"Will India Surge Ahead Of The West In Renewable Energy?"
by Hannah Green
This August, power shortages in India that left 300 million in the dark made it very clear that one of the world’s fastest growing economies was facing an energy crisis. Less clear is how realistically to solve it. Many firms are looking for new sources of oil to fulfill India’s growing energy demands, but this could prove to be painfully expensive. On the brighter side, solar energy and other renewable resources are already being rapidly harnessed in the non-Western world, and they are becoming cheaper and cheaper.
As of June 2012, 31 percent of India’s energy came from renewable resources, including hydroelectric power, while only 9 percent of the United States’ did as of the end of 2011. In a 2009 McKinsey & Company survey, India was rated the top producer of solar energy in the world, just above the United States, with an annual yield of 1,700 to 1,900 kilowatt hours per kilowatt peak (kWh/KWp). However, demand for energy in India will only continue to grow, and the question is whether energy will continue to come mainly from fossil fuels or from renewable energy sources
Many hope so. Current local and imported supplies of gas and coal in India are insufficient to fulfill energy demands, and both investing in sufficient imported fossil fuels to keep India electrified or extracting new natural gas sources will hurt the Indian economy, according to a report by Boston Consulting Group. Hunting for shale gas is a risky and expensive venture, and creating Liquid Natural Gas facilities to ease the transport of imported oil would also require an investment of $12 – $25 billion. However, hydroelectric, wind, and solar power sectors are all growing. Hydroelectric power already accounts for 19 percent of India’s electricity, but at the moment less than half of available hydroelectric resources are being exploited. Several solar power initiatives by state governments and the department of renewable resources are currently at work in India, the largest of which is the Jawarhal Nehru National Solar Mission, launched in 2010. The goal of the $19 billion plan is to harness 20,000 MW of grid power solar energy and 2000 MW of off-the-grid solar energy by 2020.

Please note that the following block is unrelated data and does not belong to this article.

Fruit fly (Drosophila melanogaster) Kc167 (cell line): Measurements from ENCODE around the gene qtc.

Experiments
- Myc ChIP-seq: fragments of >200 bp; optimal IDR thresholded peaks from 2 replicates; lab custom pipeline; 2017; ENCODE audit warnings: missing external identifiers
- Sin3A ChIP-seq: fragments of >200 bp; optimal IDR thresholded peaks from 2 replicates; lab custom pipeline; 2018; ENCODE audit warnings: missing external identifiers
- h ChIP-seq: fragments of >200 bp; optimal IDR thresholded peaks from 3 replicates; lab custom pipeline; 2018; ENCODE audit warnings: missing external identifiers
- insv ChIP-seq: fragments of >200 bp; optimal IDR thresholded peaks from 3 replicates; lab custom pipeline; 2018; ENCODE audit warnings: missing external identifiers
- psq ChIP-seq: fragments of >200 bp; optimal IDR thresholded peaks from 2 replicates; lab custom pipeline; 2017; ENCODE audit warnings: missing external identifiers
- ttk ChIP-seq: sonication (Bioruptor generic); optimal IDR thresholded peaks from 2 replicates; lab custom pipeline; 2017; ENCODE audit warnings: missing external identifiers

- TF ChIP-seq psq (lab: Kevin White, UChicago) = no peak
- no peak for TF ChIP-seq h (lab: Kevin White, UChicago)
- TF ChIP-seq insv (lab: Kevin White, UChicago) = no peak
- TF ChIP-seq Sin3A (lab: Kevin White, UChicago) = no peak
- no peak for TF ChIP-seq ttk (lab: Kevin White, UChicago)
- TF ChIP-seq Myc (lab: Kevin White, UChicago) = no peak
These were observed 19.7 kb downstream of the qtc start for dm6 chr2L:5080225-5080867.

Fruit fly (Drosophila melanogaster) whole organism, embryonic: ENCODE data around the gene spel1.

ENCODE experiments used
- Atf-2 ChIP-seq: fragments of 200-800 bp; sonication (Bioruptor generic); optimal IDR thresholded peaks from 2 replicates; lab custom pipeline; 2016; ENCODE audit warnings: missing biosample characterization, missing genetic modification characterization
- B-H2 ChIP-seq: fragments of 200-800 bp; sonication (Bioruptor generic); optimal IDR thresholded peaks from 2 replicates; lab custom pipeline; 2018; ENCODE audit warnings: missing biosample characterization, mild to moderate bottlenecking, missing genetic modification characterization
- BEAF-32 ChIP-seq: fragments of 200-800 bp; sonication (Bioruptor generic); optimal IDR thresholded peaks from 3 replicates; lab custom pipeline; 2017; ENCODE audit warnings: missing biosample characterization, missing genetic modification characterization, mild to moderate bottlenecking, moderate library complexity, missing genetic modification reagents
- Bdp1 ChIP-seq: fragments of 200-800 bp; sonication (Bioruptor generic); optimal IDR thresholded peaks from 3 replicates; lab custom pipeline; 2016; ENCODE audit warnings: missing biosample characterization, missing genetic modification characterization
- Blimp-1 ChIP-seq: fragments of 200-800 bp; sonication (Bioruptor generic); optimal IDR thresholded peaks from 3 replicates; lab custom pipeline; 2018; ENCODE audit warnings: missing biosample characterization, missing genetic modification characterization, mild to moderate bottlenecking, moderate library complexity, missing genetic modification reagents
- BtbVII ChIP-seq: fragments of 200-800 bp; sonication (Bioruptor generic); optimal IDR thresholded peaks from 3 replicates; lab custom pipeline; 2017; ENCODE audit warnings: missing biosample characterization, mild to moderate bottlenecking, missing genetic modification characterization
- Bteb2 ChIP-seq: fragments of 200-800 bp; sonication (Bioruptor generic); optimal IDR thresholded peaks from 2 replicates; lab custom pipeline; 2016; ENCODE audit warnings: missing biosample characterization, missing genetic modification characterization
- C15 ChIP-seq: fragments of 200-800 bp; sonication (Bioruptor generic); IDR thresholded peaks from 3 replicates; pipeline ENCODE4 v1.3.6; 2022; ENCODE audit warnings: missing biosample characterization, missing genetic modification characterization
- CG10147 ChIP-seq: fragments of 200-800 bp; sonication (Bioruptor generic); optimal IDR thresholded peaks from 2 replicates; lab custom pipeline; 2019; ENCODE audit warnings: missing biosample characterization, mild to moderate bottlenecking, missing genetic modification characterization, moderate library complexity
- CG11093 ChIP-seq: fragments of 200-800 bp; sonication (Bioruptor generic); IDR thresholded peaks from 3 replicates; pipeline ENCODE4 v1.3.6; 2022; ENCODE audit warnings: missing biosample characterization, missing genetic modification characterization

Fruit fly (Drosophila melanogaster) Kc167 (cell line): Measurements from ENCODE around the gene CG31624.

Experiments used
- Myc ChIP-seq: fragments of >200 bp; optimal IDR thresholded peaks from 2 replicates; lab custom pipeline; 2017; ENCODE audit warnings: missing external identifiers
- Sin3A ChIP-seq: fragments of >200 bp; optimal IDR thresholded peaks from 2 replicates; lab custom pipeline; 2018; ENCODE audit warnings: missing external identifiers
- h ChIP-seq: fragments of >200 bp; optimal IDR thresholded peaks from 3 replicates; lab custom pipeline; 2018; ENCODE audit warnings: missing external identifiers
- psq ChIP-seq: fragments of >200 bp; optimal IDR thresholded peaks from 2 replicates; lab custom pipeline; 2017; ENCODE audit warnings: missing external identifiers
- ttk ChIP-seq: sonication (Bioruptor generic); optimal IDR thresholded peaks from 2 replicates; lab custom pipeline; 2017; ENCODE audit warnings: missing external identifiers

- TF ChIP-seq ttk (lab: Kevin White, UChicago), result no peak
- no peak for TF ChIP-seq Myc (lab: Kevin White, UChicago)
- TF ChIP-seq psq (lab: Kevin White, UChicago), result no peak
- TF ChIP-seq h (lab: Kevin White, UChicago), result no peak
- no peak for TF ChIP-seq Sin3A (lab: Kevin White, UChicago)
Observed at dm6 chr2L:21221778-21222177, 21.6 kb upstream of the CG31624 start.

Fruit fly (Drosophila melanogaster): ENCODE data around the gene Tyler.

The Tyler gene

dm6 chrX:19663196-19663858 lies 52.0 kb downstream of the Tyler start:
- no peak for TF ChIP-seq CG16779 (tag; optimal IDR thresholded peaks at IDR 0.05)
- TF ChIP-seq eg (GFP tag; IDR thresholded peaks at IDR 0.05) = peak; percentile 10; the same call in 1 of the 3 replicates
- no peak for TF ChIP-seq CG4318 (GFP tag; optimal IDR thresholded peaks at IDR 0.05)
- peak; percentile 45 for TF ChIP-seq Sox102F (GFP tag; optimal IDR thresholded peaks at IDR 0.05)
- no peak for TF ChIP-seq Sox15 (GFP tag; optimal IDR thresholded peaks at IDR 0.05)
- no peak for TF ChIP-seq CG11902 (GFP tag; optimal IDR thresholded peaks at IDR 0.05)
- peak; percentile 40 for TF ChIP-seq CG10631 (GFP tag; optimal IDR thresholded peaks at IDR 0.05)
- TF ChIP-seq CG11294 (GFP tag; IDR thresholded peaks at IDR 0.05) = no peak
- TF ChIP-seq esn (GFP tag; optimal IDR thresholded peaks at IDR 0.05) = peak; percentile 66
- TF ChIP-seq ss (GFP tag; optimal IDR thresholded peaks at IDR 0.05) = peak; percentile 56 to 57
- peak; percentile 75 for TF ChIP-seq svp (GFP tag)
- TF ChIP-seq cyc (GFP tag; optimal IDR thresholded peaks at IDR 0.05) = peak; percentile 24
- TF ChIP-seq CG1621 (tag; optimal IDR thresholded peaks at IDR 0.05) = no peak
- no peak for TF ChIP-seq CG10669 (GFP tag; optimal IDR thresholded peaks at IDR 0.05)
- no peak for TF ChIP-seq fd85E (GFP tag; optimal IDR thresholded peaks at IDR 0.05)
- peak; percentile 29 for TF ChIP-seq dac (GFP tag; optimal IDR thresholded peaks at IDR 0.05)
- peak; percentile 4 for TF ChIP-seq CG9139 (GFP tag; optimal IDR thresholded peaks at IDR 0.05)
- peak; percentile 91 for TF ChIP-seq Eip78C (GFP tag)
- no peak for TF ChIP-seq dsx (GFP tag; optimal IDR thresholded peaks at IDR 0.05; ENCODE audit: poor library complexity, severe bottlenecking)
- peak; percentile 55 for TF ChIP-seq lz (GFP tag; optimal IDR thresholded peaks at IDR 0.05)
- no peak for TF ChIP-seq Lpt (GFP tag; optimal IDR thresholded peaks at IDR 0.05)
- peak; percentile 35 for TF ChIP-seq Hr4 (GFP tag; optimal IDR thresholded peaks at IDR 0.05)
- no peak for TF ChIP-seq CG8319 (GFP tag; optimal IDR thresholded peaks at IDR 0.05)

Part of the reason that solar power is becoming so affordable for India is that the demand for it is decreasing in the West. China’s solar power industry has recently faced an excess manufacturing capacity because of EU cutbacks on solar subsidies. That’s bad news for China, but good news for the Indian solar industry.
A report by the environmental research firm Clean Edge and non-profit Co-op America shows that 10 percent of United States energy could potentially come from solar power by 2025, but only a small fraction of that potential is actually in development. Due to its larger land mass and smaller population, the United States has the potential to create much more solar energy than India does, and its energy demand continues to be much higher than India’s, despite having a quarter of India’s population. However, if current American and Indian government initiatives proceed as planned, the United States will likely continue to remain behind India as a producer of solar energy by 2030.
There are several reasons why renewable energy sources are growing faster in India in the short term than they are in the United States and Europe. India can’t afford to rely on expensive and unreliable fossil fuel imports the way that richer countries with solid infrastructure in place for traditional energy resources can. For rich countries to switch to renewable energy requires a choice: keep the infrastructure that’s in place and continue to use non-renewable energy (cheaper in the short term) or make the comparatively expensive switch to renewable energy. In India, on the other hand, villages that are still off the grid have only to choose the option that is cheaper from the ground up. It is often cheaper to install new solar energy plants than it is to connect to the existing grid in India. Thousands of Indian villages have already been newly electrified with solar power. In some villages that don’t yet have full electricity, small solar cells are a significantly cheaper and safer replacement for kerosene cells. Finally, other concerns, such as aesthetics, continue to impede the construction of renewable energy plants in the United States and Europe. In India such things are given little consideration.
Countries that are making room for renewable energy now may well benefit in the long term. Recently there has been speculation as to whether India can keep up the rapid economic growth that has taken the world by storm in the past few years. It’s true that in the short term growth is slowing down. But long-term factors like energy blackouts, energy access, and global warming might eventually see India moving ahead once again. In coming years, leaders in renewable energy might not be those countries most capable of producing it, but those who can least afford not to.
Hannah Green covers economic and foreign policy issues, especially in South Asia and the Middle East. She recently received her B.A. in history from Northwestern University, and is living Lucknow, India, where she studies Urdu and Hindi.